I set out to research the “True Cellular Detox” supplements that my newer doctor (let’s call him Dr. Detox) had recommended for me, but all I can find online are advertisements on dozens of independent alternative doctors’ websites. On the box and the manufacturer’s webpage, the company claims that the supplements were developed based on decades of studies and research, but there isn’t a single citation to be found. I emailed Dr. Detox to ask for more information; I received what appeared to be a template response about alternative medicine not having the resources to conduct the kind of scientific studies that traditional medicine does. At my follow-up visit, I asked Dr. Detox what gave him confidence in the True Cellular Detox supplements, and the most concrete answer I gathered was that he visited the factory, and they test the water there for purity every day. That’s great, I’m thinking, but doesn’t tell me much about whether the supplements work for Lupus. Dr. Detox gave me a contact name at True Cellular Detox and encouraged me to call them for more information about the research and studies; he himself did not have any such information.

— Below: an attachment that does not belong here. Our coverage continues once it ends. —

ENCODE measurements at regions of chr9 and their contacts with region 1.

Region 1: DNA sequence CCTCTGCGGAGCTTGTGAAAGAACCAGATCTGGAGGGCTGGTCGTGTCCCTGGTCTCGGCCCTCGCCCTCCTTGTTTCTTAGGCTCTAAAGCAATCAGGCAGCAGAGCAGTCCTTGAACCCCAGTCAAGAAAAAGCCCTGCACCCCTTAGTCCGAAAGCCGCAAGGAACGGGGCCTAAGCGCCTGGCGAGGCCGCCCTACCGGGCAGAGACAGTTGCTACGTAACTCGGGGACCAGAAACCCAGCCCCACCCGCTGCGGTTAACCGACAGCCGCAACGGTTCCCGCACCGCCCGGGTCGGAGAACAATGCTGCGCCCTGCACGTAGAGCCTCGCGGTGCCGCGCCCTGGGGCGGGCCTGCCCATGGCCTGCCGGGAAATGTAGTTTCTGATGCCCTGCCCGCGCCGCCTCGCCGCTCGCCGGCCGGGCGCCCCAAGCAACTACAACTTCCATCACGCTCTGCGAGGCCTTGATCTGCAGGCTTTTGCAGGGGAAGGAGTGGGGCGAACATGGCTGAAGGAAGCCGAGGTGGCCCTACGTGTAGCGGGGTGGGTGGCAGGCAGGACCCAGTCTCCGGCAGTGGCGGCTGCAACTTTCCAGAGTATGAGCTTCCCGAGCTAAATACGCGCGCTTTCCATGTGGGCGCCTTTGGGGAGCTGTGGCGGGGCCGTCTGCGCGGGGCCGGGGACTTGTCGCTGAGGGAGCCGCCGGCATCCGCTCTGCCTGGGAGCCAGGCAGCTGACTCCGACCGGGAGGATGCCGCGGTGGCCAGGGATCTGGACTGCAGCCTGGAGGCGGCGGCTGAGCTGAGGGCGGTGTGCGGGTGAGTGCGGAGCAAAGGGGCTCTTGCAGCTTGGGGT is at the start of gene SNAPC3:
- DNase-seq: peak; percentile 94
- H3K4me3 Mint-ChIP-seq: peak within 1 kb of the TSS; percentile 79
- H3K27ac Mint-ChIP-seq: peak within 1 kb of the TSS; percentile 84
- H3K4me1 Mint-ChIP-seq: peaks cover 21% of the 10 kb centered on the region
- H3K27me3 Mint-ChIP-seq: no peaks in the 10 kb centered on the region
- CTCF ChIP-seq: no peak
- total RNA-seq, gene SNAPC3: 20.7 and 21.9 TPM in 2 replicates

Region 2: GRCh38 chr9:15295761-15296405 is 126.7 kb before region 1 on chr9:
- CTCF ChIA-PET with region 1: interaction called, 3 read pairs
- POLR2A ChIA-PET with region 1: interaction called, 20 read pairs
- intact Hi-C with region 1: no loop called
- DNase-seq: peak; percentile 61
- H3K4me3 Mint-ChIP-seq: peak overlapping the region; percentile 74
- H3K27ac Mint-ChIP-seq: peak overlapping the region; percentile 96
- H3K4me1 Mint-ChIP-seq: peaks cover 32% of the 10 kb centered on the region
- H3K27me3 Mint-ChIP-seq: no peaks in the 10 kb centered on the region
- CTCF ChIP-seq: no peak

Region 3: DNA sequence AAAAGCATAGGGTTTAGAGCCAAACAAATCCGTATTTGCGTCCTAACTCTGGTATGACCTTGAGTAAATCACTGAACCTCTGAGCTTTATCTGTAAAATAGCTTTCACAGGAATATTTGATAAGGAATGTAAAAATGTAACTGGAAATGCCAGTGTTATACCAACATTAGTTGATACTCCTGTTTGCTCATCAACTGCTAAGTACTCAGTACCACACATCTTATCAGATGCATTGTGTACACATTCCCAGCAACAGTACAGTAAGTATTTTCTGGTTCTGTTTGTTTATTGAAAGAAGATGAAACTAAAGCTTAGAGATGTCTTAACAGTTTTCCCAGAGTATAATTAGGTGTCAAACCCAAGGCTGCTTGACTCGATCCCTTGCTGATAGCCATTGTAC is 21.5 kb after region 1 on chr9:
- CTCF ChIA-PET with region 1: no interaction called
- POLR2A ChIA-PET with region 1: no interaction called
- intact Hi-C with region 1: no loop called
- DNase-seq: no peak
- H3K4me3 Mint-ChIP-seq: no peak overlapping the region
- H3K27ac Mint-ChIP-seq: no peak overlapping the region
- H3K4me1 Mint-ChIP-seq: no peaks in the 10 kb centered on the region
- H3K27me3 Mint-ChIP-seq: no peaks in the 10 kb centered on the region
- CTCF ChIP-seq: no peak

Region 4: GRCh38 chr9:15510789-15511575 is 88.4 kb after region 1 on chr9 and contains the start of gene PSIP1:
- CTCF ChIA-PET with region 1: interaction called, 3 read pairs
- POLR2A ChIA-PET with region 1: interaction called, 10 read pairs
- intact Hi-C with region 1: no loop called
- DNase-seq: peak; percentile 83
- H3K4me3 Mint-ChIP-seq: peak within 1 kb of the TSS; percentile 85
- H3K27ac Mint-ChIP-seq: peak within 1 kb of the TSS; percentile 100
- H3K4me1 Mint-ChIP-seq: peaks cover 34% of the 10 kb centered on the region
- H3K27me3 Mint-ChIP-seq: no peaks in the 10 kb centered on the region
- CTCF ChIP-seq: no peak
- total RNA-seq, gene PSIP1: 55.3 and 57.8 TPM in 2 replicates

Dr. Detox had told me that a “leaky gut“ was the cause of my disease. (My previous doctor — we’ll call her “Dr. PA” — had not thought much of this hypothesis.) I asked Dr. Detox for more dietary guidance. I had already removed dairy, wheat and sugar from my diet months ago. The doctor said to keep with what I’m doing, but make 3-4 days a week keto, followed by a couple days with carbs, followed by a fasting day.
I’m defying doctor’s orders, because after the appointment, I discovered the AIP (auto-immune protocol) diet online, and I’m going to try it. I will combine AIP with keto for the first four days, though, so that part is matching doctor's orders!